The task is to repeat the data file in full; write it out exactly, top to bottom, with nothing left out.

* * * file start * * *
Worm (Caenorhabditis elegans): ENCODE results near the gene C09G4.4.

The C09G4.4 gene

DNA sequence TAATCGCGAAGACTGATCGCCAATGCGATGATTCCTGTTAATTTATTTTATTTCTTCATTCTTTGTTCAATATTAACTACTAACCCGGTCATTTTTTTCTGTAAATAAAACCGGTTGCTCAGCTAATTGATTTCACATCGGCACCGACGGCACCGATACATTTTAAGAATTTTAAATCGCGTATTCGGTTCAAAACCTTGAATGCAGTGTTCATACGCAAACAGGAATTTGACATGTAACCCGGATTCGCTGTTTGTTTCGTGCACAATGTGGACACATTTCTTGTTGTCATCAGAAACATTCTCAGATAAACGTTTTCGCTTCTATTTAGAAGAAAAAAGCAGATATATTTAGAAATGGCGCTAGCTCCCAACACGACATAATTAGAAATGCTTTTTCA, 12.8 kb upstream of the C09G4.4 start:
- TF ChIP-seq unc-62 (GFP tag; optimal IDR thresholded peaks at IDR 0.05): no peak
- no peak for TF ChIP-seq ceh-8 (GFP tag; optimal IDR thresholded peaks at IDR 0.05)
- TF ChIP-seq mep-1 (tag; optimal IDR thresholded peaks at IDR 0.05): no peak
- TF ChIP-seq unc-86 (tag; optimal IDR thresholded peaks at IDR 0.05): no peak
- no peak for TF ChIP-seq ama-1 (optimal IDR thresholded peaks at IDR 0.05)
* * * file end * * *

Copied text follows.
Worm (Caenorhabditis elegans): ENCODE results near the gene C09G4.4.

The C09G4.4 gene

DNA sequence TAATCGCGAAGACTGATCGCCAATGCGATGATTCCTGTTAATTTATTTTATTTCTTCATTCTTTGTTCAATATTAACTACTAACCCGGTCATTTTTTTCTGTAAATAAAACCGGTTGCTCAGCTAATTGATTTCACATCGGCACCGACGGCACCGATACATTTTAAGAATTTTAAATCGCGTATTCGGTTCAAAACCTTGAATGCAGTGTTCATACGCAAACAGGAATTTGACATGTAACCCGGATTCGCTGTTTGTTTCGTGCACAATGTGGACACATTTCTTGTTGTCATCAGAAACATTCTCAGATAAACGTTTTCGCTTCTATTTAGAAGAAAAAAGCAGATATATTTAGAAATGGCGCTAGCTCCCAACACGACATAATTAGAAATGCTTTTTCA, 12.8 kb upstream of the C09G4.4 start:
- TF ChIP-seq unc-62 (GFP tag; optimal IDR thresholded peaks at IDR 0.05): no peak
- no peak for TF ChIP-seq ceh-8 (GFP tag; optimal IDR thresholded peaks at IDR 0.05)
- TF ChIP-seq mep-1 (tag; optimal IDR thresholded peaks at IDR 0.05): no peak
- TF ChIP-seq unc-86 (tag; optimal IDR thresholded peaks at IDR 0.05): no peak
- no peak for TF ChIP-seq ama-1 (optimal IDR thresholded peaks at IDR 0.05)